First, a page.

Bittersweet (alias; Celastrus orbiculatus)

Oriental Bittersweet and Wisteria have similar characteristics. They both spiral up the trees and tighten around the trunk like a tourniquet, cutting off the flow of nutrients and strangling the tree.

 

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Oriental Bittersweet’s spiral vines have got this cedar tree completely surrounded and has actually toppled the tree to the ground.

Under the protective bark of a tree is the inner bark, or “phloem.” This is the pipeline through which food is passed to the rest of the tree. Just under that is the “cambium” layer, the growing part of the trunk. These layers are critical to the life of the tree. And it is right here that Bittersweet strangles and kills its victim.

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Bittersweet’s deadly tourniquet. Notice the dead branches below the vine. This tree is a goner!

Bittersweet has berries and rounded oblong, serrated leaves, while Wisteria has pointed, ruffled, serrated leaves. Oriental Bittersweet reproduces by seed and rhizome. The seeds are consumed and dispersed by birds and deer. The ingested seeds have a higher germination rate than seeds that fall to the ground.

Many people have been seduced by Bittersweet because it has semi-fragrant flowers and attractive orange and red berries in the early winter. Do not succumb to its charms; it’s a killer and it spreads fast. We take out a lot of Bittersweet!

 

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This Bittersweet vine is sure sign of an unhealthy forest.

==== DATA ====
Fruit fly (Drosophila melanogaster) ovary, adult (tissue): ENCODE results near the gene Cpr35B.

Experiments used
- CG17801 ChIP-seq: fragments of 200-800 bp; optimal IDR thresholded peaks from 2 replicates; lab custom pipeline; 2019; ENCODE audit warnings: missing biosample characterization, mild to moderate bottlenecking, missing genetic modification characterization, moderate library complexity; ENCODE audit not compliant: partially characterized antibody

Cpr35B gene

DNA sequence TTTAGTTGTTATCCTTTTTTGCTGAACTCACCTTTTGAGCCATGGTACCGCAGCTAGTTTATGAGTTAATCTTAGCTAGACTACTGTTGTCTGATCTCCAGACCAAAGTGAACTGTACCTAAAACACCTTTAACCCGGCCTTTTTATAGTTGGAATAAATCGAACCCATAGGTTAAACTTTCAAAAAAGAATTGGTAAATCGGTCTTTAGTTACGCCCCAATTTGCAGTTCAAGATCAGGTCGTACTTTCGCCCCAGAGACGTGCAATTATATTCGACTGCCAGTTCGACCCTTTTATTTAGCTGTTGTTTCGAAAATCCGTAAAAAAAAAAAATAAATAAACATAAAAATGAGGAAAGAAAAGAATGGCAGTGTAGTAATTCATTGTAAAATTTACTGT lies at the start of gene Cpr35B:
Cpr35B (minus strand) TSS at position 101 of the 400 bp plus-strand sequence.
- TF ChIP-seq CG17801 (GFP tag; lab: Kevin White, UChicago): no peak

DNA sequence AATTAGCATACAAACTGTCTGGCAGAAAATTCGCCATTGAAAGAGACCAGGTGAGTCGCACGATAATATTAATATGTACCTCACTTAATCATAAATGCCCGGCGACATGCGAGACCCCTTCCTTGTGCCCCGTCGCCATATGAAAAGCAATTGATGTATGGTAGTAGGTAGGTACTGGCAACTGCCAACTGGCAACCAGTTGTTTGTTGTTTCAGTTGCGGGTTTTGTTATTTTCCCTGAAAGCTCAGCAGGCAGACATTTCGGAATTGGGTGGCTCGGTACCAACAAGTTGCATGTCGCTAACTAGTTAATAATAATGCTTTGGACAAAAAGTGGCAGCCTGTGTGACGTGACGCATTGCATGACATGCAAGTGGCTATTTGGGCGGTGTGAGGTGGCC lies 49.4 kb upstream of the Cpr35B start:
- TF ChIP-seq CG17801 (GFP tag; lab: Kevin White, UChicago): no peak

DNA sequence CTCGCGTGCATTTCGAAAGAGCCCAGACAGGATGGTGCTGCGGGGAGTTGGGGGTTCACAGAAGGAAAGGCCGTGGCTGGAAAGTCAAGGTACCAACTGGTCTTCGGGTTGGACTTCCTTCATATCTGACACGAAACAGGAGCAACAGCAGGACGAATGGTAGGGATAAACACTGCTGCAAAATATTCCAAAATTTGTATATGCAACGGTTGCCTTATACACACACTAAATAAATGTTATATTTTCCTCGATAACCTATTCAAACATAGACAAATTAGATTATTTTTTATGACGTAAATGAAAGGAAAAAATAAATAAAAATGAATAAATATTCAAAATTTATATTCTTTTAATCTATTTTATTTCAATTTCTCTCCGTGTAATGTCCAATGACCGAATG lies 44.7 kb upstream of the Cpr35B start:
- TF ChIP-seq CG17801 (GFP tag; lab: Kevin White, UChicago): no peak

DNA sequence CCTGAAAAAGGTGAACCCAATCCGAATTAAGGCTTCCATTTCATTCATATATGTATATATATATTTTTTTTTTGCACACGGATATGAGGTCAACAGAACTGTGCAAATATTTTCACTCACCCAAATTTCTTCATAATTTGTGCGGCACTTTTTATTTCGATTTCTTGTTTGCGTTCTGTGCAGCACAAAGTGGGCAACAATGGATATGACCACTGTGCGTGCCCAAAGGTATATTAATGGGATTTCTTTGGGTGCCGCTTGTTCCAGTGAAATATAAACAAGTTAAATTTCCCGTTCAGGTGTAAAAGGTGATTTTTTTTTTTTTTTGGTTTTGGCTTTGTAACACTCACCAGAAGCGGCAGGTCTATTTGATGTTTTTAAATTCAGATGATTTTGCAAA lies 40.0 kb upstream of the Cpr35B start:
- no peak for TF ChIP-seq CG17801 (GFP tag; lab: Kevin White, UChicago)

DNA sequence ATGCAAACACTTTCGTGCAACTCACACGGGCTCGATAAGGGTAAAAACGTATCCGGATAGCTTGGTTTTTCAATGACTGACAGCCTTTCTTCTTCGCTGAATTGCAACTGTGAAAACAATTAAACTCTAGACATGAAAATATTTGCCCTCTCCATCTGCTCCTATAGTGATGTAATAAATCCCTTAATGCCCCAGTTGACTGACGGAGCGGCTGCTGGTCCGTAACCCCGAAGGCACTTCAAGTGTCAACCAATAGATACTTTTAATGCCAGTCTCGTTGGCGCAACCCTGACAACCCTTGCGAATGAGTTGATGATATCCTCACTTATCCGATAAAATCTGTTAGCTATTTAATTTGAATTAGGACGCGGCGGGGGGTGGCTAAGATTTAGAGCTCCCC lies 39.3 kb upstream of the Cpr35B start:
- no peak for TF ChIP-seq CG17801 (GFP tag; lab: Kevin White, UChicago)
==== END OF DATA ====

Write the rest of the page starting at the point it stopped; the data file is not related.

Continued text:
We have seen entire woods completely consumed by Bittersweet. In addition to robbing trees of surface water and nutrients, the added weight of the vines covered with snow and ice can break off trees and shrubs. Oriental bittersweet outcompetes and displaces our indigenous American Bittersweet.

Eradication: Bittersweet is much easier to eradicate than Wisteria. The bright orange roots are easily identifiable. They are tiny but there are a lot of them and they pull out fairly easily. We have very good success with getting it out, and we surely don’t mind their root beer smell in the early summer.

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Sometime in late fall, these beautiful orange and red berries are lovely to look at!

Like Grape, we’ll get it off the branches if possible. It’s a real climber though, and usually it will have to die up on the tree.

As with most invasives, keeping Bittersweet away will require a maintenance plan. We’ll give you some options for that. Don’t worry, the big investment is the first effort.

Thereafter, it is much quicker and easier to stay on top of it.

Learn how PI Patrol restores woodlands by removing invasive plants